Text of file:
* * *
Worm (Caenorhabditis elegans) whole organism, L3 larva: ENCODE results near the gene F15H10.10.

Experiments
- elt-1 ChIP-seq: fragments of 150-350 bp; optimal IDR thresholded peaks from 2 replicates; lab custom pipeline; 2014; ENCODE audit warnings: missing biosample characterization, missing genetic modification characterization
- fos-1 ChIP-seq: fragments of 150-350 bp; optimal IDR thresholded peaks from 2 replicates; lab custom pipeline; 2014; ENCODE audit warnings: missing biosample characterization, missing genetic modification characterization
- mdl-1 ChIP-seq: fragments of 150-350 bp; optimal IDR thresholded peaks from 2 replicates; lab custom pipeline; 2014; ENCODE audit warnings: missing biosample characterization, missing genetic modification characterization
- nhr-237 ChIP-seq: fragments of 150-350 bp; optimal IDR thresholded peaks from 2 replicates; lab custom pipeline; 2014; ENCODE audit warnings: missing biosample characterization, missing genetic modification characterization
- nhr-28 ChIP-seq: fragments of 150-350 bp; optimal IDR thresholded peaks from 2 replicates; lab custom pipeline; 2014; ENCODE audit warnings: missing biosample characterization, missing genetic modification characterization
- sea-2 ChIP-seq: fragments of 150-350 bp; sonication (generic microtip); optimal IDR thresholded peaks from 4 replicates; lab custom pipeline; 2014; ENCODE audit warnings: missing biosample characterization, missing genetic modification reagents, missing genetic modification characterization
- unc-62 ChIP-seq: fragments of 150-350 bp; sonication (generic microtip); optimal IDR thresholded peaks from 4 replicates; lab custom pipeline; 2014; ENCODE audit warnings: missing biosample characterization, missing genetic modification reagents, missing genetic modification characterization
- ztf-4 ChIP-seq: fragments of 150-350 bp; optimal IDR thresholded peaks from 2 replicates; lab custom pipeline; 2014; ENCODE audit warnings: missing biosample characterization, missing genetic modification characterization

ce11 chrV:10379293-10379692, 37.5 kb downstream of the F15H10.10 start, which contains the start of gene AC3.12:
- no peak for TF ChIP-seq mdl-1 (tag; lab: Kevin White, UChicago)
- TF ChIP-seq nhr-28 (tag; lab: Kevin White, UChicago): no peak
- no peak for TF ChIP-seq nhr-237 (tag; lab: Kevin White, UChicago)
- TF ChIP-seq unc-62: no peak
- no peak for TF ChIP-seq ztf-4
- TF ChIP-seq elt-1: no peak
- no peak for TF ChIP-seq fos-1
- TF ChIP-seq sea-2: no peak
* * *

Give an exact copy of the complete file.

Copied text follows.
Worm (Caenorhabditis elegans) whole organism, L3 larva: ENCODE results near the gene F15H10.10.

Experiments
- elt-1 ChIP-seq: fragments of 150-350 bp; optimal IDR thresholded peaks from 2 replicates; lab custom pipeline; 2014; ENCODE audit warnings: missing biosample characterization, missing genetic modification characterization
- fos-1 ChIP-seq: fragments of 150-350 bp; optimal IDR thresholded peaks from 2 replicates; lab custom pipeline; 2014; ENCODE audit warnings: missing biosample characterization, missing genetic modification characterization
- mdl-1 ChIP-seq: fragments of 150-350 bp; optimal IDR thresholded peaks from 2 replicates; lab custom pipeline; 2014; ENCODE audit warnings: missing biosample characterization, missing genetic modification characterization
- nhr-237 ChIP-seq: fragments of 150-350 bp; optimal IDR thresholded peaks from 2 replicates; lab custom pipeline; 2014; ENCODE audit warnings: missing biosample characterization, missing genetic modification characterization
- nhr-28 ChIP-seq: fragments of 150-350 bp; optimal IDR thresholded peaks from 2 replicates; lab custom pipeline; 2014; ENCODE audit warnings: missing biosample characterization, missing genetic modification characterization
- sea-2 ChIP-seq: fragments of 150-350 bp; sonication (generic microtip); optimal IDR thresholded peaks from 4 replicates; lab custom pipeline; 2014; ENCODE audit warnings: missing biosample characterization, missing genetic modification reagents, missing genetic modification characterization
- unc-62 ChIP-seq: fragments of 150-350 bp; sonication (generic microtip); optimal IDR thresholded peaks from 4 replicates; lab custom pipeline; 2014; ENCODE audit warnings: missing biosample characterization, missing genetic modification reagents, missing genetic modification characterization
- ztf-4 ChIP-seq: fragments of 150-350 bp; optimal IDR thresholded peaks from 2 replicates; lab custom pipeline; 2014; ENCODE audit warnings: missing biosample characterization, missing genetic modification characterization

ce11 chrV:10379293-10379692, 37.5 kb downstream of the F15H10.10 start, which contains the start of gene AC3.12:
- no peak for TF ChIP-seq mdl-1 (tag; lab: Kevin White, UChicago)
- TF ChIP-seq nhr-28 (tag; lab: Kevin White, UChicago): no peak
- no peak for TF ChIP-seq nhr-237 (tag; lab: Kevin White, UChicago)
- TF ChIP-seq unc-62: no peak
- no peak for TF ChIP-seq ztf-4
- TF ChIP-seq elt-1: no peak
- no peak for TF ChIP-seq fos-1
- TF ChIP-seq sea-2: no peak